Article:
This means that if, for example, we have an equation that contains both addition and multiplication, we always carry out multiplication first regardless of the order in which they are written.
Consider the following equations:
When we apply BODMAS, we can see that these equations are exactly the same (or equivalent) – in both cases we begin by calculating 3×4=12, then compute 12+2=14.
But some people are likely to get the wrong answer for the second equation because they will try to solve it from left to right. They will do the addition first (2+3=5) and then multiplication (5×4) to obtain an incorrect answer of 20.
Brackets can make a difference
This is where brackets (or parentheses) can be a very useful part of arithmetical punctuation. In English, a well-placed comma can be the difference between saying “Let’s eat, John” and “Let’s eat John”.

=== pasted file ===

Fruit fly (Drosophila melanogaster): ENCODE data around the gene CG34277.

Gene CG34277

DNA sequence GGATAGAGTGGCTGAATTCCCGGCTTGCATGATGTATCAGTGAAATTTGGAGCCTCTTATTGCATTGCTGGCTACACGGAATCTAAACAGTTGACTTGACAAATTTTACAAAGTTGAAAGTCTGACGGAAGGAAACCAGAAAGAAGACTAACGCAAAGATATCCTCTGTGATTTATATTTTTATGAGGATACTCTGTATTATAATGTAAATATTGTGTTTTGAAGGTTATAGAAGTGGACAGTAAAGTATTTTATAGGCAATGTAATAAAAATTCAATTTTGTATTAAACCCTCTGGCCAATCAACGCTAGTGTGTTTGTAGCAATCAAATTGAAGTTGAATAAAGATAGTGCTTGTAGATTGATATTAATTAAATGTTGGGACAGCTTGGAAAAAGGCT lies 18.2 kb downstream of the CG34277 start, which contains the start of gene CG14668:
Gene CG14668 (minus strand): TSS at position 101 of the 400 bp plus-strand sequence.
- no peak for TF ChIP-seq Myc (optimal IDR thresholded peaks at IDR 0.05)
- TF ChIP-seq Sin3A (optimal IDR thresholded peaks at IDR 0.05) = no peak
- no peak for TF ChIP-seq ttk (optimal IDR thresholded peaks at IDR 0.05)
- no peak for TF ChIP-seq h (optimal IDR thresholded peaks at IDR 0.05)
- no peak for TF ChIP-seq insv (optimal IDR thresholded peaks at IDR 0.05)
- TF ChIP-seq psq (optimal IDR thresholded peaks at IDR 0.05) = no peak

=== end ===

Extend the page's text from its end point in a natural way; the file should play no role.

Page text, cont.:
The same applies in maths, where a well-placed bracket can completely change our calculation. Brackets are used to give priority to a particular part of an equation – we always carry out the calculation inside the bracket before dealing with what is outside.
If we introduce brackets around the addition in equations (a) and (b) above, then we have two new equations:
These equations are no longer equivalent to each other. In both cases, the brackets tell us to do the addition before we do the multiplication. This means we have to calculate 3×6 for (c) and 5×4 for (d). We now get different answers, (c) is 18 and (d) is 20.
Note that for equations (a) and (b), brackets were not necessary because BODMAS tells us to carry out multiplication before addition anyway. However, adding brackets that reinforce the BODMAS rules can help to avoid any confusion.
Understanding BODMAS gets us most of the way there in terms of solving these problems, but it also helps to be aware of the commutative and associative properties of mathematics.
A mathematical operation is commutative if it does not matter which order the operands (numbers) are written in. Addition is commutative, since a+b=b+a.